The Corner Shot chassis essentially turns the pistol into a shoulder-fired carbine, with a twist: at the press of a button, Corner Shot can instantaneously tilt left for right, allowing the shooter to remain behind cover while observing the camera feed.
The nature of urban combat, with its brutal, short-range fighting, has long resulted in combatants wishing for the ability to shoot around corners without exposing themselves to enemy fire. The Corner Shot firearm accessory does exactly that, allowing the user to see—and shoot—from behind cover. The accessory is just one of many new technologies designed to benefit ground troops and give them an advantage against dug-in adversaries.
One of the earliest examples of this sort of technology was the Krummlauf. Developed by Germany during the latter half of World War II after years of bitter house-to-house fighting, the Krummlauf was attached to the StG-44 assault rifle. Krummlauf consisted of a curved barrel extension and periscope, allowing a soldier to see in the direction the Krummlauf was firing. Germany hoped it would give its soldiers an edge in urban combat, and allow armored vehicle crews to shoot enemy soldiers without exposing themselves to enemy fire.
The Krummlauf was a failure, in part because the barrel quickly wore out, but more fundamentally because it was unrealistic to expect that such a minor gimmick—even a hundred of them—could help turn the tide of the war in favor of Germany. Although the United States and Soviet Union scooped up a variety of German “wonder weapons” after the war, the Krummlauf wasn’t one of them, and the concept went away for the next fifty years.
Ironically, the next iteration of the cover-shooting concept came from Israel. In the early 2000s, Israeli counter-terrorist unit commander Lieutenant Colonel Amos Golan introduced his invention the Corner Shot. Corner Shot was designed to do much the same thing as the Krummlauf, allowing troops (and SWAT teams) to engage targets from behind cover, but with several marked differences.
Corner Shot differs from its wartime predecessor in several ways. Unlike the Krummlauf, Corner Shot doesn’t try to turn the bullet—as difficult as that sounds—but instead turns the entire weapon. Corner Shot is essentially a hinged chassis, into which a pistol such as a Glock, Beretta 92, or other handgun is installed. A video camera is boresighted to the pistol, providing a live feed to the shooter, and a built-in tactical light provides illumination in dark spaces. There is a separate provision for installing a visible aiming laser.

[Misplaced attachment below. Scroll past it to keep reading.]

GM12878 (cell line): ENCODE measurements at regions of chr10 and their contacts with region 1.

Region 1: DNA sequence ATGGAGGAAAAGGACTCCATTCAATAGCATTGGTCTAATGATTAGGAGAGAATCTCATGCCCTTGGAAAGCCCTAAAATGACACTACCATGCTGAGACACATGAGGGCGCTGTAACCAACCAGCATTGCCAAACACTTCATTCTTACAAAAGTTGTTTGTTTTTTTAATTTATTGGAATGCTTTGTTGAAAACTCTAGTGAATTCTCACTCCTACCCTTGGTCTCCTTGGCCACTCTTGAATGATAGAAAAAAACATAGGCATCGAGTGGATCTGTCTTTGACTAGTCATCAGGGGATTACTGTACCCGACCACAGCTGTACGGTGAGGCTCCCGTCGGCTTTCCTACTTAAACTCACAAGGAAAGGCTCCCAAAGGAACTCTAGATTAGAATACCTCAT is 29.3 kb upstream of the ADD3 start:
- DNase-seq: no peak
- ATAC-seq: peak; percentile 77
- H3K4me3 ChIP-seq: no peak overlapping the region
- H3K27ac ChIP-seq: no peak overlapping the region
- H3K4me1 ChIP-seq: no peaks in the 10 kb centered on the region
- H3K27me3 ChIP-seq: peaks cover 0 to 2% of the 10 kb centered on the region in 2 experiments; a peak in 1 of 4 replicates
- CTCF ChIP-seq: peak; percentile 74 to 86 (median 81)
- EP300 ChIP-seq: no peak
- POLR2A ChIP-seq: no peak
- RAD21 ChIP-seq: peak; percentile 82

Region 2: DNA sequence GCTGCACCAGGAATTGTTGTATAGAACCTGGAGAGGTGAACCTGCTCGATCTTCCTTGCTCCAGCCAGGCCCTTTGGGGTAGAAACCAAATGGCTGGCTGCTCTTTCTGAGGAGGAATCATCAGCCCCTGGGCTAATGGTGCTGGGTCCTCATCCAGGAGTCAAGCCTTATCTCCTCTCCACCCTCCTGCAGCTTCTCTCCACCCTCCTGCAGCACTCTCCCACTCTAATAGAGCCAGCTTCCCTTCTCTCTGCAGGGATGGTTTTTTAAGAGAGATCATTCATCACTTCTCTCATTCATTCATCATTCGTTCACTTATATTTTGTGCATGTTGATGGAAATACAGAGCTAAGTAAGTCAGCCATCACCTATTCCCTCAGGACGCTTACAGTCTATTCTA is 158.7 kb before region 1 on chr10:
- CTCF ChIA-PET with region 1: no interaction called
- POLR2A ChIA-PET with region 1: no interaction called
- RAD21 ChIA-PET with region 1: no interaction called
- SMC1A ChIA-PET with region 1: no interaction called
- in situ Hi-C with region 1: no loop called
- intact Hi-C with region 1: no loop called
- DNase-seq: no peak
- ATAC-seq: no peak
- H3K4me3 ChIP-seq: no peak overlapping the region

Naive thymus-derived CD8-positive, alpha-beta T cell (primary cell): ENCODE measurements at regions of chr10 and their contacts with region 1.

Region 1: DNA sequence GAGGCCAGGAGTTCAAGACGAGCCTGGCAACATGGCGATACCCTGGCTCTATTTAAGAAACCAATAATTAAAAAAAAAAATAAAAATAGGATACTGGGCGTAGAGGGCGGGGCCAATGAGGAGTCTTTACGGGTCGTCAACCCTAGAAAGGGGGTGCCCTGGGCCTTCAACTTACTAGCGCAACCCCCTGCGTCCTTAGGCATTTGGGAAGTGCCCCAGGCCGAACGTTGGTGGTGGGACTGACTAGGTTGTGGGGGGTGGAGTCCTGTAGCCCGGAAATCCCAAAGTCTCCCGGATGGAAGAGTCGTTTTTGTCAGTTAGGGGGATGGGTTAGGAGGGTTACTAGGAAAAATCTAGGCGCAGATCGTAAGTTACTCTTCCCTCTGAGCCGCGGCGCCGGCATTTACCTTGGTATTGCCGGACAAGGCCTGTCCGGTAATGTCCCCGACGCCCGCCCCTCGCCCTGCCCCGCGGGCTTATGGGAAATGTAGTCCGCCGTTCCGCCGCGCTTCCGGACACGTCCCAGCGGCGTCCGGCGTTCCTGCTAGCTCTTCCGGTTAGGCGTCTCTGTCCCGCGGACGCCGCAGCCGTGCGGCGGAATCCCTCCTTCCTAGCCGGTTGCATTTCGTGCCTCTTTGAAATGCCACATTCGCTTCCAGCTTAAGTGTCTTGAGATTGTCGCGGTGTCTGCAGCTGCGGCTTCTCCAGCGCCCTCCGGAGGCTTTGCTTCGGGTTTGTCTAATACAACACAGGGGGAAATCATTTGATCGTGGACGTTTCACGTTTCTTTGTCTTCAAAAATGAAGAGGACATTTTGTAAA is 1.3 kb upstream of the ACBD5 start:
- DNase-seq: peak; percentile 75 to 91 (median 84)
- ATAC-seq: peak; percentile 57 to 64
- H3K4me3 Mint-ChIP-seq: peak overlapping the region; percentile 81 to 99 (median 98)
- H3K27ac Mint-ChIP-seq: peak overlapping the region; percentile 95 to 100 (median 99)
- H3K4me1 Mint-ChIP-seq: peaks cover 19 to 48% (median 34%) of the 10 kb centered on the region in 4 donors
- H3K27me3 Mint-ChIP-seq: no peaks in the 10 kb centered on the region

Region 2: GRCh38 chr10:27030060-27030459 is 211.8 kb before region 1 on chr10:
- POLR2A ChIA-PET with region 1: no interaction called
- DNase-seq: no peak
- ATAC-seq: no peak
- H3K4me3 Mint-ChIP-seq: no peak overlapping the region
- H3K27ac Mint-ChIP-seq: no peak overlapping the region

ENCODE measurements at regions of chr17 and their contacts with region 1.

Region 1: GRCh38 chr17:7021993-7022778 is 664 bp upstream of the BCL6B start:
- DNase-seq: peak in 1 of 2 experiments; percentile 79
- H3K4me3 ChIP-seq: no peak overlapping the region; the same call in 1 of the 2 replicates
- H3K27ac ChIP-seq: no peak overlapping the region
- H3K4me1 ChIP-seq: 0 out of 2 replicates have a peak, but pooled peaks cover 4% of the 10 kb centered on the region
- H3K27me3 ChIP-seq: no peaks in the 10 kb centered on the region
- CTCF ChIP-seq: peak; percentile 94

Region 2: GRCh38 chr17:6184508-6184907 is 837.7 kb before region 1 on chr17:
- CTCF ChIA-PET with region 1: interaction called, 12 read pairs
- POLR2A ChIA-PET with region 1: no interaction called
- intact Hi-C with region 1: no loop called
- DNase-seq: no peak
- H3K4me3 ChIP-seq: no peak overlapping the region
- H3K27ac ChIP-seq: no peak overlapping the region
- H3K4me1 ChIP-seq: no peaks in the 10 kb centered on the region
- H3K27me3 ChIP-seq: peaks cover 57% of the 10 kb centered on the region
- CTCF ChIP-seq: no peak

The Corner Shot chassis essentially turns the pistol into a shoulder-fired carbine, with a twist: at the press of a button, Corner Shot can instantaneously tilt left for right, allowing the shooter to remain behind cover while observing the camera feed. A trigger extension runs from the handgun itself to a separate chassis trigger, and pulling the trigger on the Corner Shot fires the handgun. A separate trigger locks the firing mechanism, and the installed pistol can still use its own separate trigger. Another press of the button instantaneously locks the pistol into the forward-firing position.
Corner Shot has many of the same applications as the Krummlauf, including use by vehicle crews against enemy troops outside the vehicle they are riding in. The inventors particularly envisioned a use for it in counter-terrorist and urban warfare situations, where SWAT teams and infantry might need to look into—and engage targets inside—a room or other enclosed space without exposing themselves to enemy fire. Unlike its predecessor, Corner Shot is only supposed to be one of many tactical advantages that a ground force has going into battle, not a gimmick borne of desperation. Although highly specialized, it can be reconfigured as a conventional, forward-firing weapon in the blink of an eye.
Corner Shot is a great example of moving past a failed answer to a problem and tackling it in a new and unique way. The system has reportedly already been used in counter-terror operations of the post-9/11 era, and the growing urbanization of modern warfare will probably ensure that it, or something like it, will continue to serve ground forces worldwide for decades to come.
Kyle Mizokami is a defense and national-security writer based in San Francisco who has appeared in the Diplomat, Foreign Policy, War is Boring and the Daily Beast. In 2009 he co-founded the defense and security blog Japan Security Watch. You can follow him on Twitter: @KyleMizokami.
Image: Corner Shot.
(This article originally appeared last year.)